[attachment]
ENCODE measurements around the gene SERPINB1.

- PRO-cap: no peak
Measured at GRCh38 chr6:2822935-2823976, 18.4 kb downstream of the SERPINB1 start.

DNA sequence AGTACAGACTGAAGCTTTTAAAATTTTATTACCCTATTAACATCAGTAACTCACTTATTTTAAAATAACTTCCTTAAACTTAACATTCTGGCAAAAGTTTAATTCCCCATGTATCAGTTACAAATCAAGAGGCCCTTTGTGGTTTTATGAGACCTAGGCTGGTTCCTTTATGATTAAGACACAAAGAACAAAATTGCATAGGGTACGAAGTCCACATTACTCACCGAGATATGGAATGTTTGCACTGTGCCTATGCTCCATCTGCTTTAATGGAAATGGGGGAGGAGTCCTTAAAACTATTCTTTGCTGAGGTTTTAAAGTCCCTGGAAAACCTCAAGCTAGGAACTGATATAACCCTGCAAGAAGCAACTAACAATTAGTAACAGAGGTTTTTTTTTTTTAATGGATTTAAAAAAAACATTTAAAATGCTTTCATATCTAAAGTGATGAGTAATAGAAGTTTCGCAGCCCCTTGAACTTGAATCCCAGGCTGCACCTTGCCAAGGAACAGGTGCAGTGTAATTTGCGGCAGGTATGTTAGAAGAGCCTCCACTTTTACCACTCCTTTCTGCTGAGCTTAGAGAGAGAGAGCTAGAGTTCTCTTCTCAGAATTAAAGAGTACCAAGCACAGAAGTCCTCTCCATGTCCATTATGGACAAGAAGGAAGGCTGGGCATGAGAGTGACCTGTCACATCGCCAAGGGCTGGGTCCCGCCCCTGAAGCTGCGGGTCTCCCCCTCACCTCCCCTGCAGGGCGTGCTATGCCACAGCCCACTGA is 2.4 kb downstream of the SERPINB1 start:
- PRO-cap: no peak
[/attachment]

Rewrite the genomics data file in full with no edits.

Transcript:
ENCODE measurements around the gene SERPINB1.

- PRO-cap: no peak
Measured at GRCh38 chr6:2822935-2823976, 18.4 kb downstream of the SERPINB1 start.

DNA sequence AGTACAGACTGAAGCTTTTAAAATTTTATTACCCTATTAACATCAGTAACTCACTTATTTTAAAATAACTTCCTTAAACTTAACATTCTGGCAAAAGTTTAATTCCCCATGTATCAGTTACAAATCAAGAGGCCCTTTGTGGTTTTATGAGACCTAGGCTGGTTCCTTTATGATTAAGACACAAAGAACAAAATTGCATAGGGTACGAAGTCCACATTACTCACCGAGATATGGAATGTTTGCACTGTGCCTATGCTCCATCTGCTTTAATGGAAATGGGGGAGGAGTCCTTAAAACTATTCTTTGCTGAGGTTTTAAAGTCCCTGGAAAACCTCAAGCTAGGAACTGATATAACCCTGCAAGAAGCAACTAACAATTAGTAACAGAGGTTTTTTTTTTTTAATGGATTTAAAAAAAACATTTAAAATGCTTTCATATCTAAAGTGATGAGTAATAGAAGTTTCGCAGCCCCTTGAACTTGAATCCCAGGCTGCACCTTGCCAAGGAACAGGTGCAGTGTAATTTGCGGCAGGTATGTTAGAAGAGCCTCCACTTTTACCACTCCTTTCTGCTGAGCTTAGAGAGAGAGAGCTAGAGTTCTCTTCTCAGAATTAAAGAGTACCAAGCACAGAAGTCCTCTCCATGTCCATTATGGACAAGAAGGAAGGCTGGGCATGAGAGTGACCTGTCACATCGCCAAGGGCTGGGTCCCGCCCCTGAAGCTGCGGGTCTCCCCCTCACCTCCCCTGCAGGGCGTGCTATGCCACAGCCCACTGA is 2.4 kb downstream of the SERPINB1 start:
- PRO-cap: no peak